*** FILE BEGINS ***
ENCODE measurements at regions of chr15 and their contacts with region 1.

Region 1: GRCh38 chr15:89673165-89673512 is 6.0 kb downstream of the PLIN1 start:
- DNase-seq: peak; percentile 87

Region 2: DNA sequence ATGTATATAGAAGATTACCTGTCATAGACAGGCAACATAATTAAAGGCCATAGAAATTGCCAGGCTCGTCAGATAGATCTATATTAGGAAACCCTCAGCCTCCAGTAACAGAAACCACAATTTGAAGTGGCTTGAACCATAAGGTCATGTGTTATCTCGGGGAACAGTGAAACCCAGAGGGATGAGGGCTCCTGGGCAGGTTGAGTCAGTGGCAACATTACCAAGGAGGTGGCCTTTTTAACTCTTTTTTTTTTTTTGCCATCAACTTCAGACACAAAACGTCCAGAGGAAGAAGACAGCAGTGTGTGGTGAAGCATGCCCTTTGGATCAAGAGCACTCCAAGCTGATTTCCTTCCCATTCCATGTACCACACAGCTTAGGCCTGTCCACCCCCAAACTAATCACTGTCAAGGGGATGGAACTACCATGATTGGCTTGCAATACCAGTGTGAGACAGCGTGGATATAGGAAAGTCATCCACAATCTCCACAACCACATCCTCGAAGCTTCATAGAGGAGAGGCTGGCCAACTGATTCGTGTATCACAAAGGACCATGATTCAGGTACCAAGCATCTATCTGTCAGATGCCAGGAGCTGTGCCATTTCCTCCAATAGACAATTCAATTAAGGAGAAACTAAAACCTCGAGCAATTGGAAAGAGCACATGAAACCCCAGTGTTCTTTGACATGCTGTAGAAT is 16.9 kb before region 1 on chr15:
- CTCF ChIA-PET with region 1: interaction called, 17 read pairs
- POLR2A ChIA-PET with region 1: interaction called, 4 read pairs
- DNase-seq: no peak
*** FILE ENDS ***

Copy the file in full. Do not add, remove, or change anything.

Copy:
ENCODE measurements at regions of chr15 and their contacts with region 1.

Region 1: GRCh38 chr15:89673165-89673512 is 6.0 kb downstream of the PLIN1 start:
- DNase-seq: peak; percentile 87

Region 2: DNA sequence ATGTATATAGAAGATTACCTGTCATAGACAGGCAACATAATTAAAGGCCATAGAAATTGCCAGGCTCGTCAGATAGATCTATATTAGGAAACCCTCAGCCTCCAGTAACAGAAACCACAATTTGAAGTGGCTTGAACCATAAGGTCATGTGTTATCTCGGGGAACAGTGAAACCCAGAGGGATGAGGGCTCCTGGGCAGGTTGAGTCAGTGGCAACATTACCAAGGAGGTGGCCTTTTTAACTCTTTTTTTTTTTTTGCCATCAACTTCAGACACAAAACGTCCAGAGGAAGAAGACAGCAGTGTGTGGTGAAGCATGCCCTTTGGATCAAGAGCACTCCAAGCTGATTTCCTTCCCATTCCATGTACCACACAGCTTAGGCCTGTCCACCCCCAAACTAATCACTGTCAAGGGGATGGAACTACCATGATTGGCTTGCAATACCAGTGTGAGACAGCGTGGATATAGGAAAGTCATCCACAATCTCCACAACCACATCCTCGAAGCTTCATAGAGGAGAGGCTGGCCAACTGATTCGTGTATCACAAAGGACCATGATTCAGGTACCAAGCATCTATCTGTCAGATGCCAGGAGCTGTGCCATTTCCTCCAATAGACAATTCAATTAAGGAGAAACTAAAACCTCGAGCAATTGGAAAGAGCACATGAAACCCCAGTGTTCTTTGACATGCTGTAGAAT is 16.9 kb before region 1 on chr15:
- CTCF ChIA-PET with region 1: interaction called, 17 read pairs
- POLR2A ChIA-PET with region 1: interaction called, 4 read pairs
- DNase-seq: no peak